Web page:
“The loss of our captain, who, until now, had animated the almost lifeless crew, as well as the noble exertions of Lieutenant Harvey and Mr. Callam, to launch the boat, not succeeding, every gleam of hope vanished, and we looked forward for certain death the ensuing night, not only from cold, hunger, and fatigue, but the expectation of the remaining part of the wreck going to pieces every moment. Had not the Apollo been a new and well-built ship, that small portion could never have resisted the waves and stuck so well together, particularly as all the after part from the chess-trees was gone, the starboard bow under water, the forecastle deck nearly perpendicular, the weight of the guns hanging to the larboard bulwark on the inside, and the bower and spare anchors on the outside, which it was not prudent to cut away, as they afforded resting places to a considerable number of men, there being only the fore-channel and cat-head where it was possible to live, and about which were stowed upwards of 150 persons; it being impracticable to continue any longer in the head, or upon the bowsprit, by reason of the breakers washing completely over them. The night drawing on, the wind increasing, with frequent showers of rain, and the forecastle being every instant expected to give way, when we must have all perished together, afforded a spectacle truly deplorable, the bare recollection of which even now makes me shudder. The piercing cries of the people this dismal night, whenever a sea came over them, which happened every two minutes, were pitiful in the extreme the water running down all over the body kept us continually wet: the remaining strength of every one was exerted for his individual safety. From the crowding so close together in so narrow a compass, and the want of something to moisten their mouths with, several pour wretches were suffocated, which frequently reminded me of the Black Hole; with this only difference, that these poor sufferers were confined by strong walls, we by water. The least movement, without clinging fast, would have launched us into eternity. Some unfortunate wretches drank salt water; several their own urine; some chewed leather; myself and many more chewed lead, from which we found considerable relief, by reason of its drawing the saliva, which we swallowed. In less than an hour after the ship first struck the ground, all the provisions were under water, so that it was impossible to procure any. After the most painful night that it is possible to conceive, on day-light appearing, we observed Lieutenant Harvey and Mr. Callam again endeavouring to launch the boat. Several attempts were made without success, a number of men belonging to the merchant ships being much bruised and hurt in assisting; alternate hopes and fears now pervaded our wretched minds; fifteen men got safe on shore this morning, on pieces of the wreck. About three in the afternoon of the 4th, we had the inexpressible happiness of seeing the boat launched through the surf, by the indefatigable exertion of the above officers, assisted by the masters of the merchant ships, with a number of Portuguese peasants, who were encouraged by Mr. Whitney, the British consul from Figuiera. All the crew then remaining on the wreck were brought safe on shore, praising God for their happy deliverance from a shipwreck which has never had its parallel. As soon as I stept out of the boat, I found several persons whose humanity prompted them to offer me sustenance, though improperly, in spirits, which I avoided as much as possible. Our weak state may be conceived, when it is considered that we received no nourishment from Sunday to Wednesday afternoon, and were continually exposed to the fury of the elements; the greater part of us were badly bruised and wounded. After eating and drinking a little, I found myself weaker than before, occasioned, I apprehend, from having been so long without either. Some men died soon after getting on shore, from imprudently drinking too large a quantity of spirits. About 40 sail of merchant ships were wrecked at the same time on this dreadful beach; but as they drew a less draught of water than the frigate, they were of course driven much closer to the shore than her and although the number of persons that perished in them was very considerable, not a soul remained on board either after the first morning. Thus was lost one of the finest frigates in the British navy, with 61 of her officers and crew.”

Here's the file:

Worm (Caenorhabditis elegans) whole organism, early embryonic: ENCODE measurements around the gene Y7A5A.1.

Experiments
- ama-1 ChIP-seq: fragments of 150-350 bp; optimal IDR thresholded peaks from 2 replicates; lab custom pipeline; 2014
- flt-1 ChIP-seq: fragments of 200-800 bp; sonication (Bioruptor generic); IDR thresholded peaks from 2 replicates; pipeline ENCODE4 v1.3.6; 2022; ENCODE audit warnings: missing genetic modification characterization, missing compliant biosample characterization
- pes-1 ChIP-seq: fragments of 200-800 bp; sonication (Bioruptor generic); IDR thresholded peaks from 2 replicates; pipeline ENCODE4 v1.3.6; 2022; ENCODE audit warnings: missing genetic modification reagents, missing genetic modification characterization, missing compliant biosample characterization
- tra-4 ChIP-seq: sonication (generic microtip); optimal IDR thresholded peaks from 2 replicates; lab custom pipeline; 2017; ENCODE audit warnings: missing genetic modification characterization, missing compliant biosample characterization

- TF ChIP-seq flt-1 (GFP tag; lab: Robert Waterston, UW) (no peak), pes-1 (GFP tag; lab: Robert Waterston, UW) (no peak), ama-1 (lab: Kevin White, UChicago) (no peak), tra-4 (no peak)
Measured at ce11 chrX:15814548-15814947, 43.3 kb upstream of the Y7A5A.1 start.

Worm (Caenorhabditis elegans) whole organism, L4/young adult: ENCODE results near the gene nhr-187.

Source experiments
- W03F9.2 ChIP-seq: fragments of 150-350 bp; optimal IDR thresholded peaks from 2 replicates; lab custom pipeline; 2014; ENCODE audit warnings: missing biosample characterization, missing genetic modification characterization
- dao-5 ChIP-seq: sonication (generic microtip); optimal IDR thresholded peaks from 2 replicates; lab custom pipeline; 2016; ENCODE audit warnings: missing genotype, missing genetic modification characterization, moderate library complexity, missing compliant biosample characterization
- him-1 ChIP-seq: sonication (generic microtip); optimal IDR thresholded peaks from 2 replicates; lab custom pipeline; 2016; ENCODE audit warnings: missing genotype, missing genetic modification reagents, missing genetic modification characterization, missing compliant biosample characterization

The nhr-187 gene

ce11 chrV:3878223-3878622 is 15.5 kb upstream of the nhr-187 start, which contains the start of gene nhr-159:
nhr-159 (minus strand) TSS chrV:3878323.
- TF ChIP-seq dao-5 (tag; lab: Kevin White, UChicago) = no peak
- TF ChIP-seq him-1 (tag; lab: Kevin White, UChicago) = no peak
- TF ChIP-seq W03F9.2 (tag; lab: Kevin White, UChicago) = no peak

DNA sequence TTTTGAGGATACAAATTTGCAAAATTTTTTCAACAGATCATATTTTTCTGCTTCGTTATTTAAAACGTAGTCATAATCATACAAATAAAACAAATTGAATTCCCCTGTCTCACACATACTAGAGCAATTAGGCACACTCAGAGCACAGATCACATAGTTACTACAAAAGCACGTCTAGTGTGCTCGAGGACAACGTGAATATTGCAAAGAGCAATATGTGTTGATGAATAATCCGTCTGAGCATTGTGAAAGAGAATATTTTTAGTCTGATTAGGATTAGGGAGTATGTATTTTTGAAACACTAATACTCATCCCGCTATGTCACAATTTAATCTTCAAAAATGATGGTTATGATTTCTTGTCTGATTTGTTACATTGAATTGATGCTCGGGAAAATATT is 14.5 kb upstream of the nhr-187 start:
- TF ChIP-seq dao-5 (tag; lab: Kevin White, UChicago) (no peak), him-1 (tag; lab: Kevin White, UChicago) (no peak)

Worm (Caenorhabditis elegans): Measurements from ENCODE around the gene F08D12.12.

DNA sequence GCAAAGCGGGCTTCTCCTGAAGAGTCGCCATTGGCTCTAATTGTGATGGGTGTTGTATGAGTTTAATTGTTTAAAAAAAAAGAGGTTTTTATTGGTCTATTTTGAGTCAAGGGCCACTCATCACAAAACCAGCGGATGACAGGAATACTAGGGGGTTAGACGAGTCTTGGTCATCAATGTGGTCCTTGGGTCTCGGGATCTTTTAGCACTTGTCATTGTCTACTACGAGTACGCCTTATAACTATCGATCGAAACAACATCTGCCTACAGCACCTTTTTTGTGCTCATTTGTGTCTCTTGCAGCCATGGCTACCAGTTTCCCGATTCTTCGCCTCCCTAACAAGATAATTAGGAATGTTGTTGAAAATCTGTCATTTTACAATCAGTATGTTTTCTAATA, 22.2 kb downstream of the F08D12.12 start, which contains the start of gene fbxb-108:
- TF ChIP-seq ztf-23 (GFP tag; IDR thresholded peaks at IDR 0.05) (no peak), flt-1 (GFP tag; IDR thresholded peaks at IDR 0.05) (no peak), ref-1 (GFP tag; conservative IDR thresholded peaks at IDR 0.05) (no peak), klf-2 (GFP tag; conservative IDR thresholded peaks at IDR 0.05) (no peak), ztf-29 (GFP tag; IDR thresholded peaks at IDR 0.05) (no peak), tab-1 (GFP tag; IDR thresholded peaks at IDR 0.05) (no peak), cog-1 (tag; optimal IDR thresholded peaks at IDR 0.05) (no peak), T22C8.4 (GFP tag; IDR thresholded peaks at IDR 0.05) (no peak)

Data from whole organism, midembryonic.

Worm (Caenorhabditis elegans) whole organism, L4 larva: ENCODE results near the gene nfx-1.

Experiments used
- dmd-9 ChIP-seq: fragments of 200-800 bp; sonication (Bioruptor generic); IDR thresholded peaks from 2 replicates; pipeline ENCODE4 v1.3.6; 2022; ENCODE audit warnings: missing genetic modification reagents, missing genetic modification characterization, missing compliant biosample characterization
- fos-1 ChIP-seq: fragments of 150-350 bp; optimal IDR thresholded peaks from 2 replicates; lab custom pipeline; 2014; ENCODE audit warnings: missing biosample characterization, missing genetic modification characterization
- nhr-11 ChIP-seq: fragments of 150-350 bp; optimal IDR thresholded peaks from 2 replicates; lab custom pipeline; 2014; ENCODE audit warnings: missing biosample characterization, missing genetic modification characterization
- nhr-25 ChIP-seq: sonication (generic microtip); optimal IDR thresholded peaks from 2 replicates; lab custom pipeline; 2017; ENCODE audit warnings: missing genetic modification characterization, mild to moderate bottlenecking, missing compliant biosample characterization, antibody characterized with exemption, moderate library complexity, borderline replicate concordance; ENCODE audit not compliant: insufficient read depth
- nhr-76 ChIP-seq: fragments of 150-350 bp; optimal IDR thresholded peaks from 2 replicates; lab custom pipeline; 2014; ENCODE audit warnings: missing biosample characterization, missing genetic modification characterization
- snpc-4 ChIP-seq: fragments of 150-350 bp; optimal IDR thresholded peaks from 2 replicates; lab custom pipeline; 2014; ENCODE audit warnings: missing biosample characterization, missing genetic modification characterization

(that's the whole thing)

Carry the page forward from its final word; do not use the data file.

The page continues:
The Carysfort and about 30 sail of merchantmen escaped a similar fate by wearing without orders from Captain Dixon, shortly after the wind had shifted, in the evening of April 1st. The surviving officers and men of the Apollo had to march to Figuiera, a distance of eighteen miles, whence they were conveyed in a schooner to Lisbon, and there received on board the Orpheus frigate for a passage to Portsmouth.

Lieutenant Harvey subsequently served in the Amethyst 36, Captain John William Spranger; Amaranthe sloop, Captain Edward Pelham Brenton; and Intrepid 64, Captain the Hon. Philip Wodehouse. His promotion to the rank of commander took place Jan. 8, 1808, on which occasion he was appointed to the Cephalus, a fine 18-gun brig, on the Mediterranean station, where he captured four of the enemy’s privateers and several merchant vessels. His post commission bears date April 18, 1811, at which period he was acting as Captain of the Cumberland 74. He subsequently commanded the Topaze 36, and was employed off Corfu till the month of Dec. following. That frigate being then in a very defective state, he returned to England with the homeward bound trade under his protection, and paid her off at Portsmouth in Feb. 1812.

Captain Harvey married Miss Cannon, of Sandwich.

Agent.– Sir F. M. Ommanney.